Abstract: The development of clusters seems to be a natural consequence of the observed trends in the global economy. The increased interest in the creation and development of clusters can also be seen in most of the countries of the European Union, however, the experience of EU countries in this field is different. In addition to strong clusters with a long tradition, new clusters are created with much lower potential. Clusters compatible with the most important EU documents are to play the role of organizations supporting regional development and ensuring the growth of innovation of the European Union in the new programming period. Japanese economy is based on the important role of clusters in this area, which along with the US and the European Union is among the largest economies in the world. The experience of Japan in this area is much longer. A lot of still functioning clusters were created in this country in the XVII and XVIII centuries. The aim of this study is a comparative analysis of the socio-economic situation of the European Union and Japan, with special emphasis on the role, that clusters play in those economies. The result of the analysis is to identify the factors that allow for the effective operation of enterprises within created cluster structures. The analysis of Japan's experience in this area is a valuable source of information for policy guidelines developed to support clusters in the EU.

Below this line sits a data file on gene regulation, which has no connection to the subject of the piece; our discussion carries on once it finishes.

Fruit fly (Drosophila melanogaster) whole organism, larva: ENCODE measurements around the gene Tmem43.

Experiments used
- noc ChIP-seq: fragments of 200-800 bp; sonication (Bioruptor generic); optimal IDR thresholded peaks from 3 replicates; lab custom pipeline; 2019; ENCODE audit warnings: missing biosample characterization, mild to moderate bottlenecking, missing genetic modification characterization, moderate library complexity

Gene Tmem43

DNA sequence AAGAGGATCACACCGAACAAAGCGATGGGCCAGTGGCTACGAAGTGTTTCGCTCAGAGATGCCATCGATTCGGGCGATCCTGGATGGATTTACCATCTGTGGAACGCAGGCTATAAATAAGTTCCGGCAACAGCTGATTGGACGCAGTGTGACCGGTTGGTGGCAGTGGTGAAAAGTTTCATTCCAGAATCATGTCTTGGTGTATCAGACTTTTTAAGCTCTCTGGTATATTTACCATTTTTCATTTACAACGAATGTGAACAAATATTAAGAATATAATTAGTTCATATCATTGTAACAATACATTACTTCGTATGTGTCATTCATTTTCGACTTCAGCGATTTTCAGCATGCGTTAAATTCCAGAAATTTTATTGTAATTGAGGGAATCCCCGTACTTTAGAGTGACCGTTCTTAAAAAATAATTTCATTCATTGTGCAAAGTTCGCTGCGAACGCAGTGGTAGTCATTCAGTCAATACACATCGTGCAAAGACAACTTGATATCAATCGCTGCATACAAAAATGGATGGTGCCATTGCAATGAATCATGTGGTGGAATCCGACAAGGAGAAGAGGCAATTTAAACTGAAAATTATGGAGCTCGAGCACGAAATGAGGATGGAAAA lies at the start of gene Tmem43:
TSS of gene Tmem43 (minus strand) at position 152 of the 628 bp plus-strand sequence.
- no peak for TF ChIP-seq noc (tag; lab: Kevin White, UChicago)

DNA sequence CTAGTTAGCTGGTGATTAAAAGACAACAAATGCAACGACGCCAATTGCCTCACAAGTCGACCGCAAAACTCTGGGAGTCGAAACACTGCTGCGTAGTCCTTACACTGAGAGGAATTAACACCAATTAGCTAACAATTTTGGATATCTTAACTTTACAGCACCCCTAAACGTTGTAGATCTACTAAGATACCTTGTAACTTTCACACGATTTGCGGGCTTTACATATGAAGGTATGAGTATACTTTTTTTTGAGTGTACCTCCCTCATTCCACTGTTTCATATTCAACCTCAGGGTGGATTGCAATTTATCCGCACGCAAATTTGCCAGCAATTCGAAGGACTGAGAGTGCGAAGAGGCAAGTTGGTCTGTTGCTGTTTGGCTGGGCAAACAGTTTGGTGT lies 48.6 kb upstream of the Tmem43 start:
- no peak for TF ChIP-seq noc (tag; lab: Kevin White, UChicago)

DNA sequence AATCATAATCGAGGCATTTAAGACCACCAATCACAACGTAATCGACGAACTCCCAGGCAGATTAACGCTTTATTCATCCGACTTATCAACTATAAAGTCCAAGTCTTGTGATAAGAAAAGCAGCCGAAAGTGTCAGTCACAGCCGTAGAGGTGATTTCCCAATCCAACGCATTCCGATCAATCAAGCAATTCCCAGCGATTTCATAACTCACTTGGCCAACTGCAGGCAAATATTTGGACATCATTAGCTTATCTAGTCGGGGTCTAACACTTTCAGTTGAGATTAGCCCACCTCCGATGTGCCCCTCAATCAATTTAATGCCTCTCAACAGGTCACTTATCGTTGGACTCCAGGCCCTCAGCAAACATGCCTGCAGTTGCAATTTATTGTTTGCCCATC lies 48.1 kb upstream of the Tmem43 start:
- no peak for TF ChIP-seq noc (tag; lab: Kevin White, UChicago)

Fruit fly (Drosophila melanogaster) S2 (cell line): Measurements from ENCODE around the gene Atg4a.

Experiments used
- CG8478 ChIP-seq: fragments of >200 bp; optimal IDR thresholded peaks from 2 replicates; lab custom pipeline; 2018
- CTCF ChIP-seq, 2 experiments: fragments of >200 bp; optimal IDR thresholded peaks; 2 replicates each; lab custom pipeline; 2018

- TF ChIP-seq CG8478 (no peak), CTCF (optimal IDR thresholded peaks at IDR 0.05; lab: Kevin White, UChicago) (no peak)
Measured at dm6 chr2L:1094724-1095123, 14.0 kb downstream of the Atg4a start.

Keywords: cluster, effectiveness of clusters, regional development, value of regions
    JEL: O12 O57
    Date: 2015–04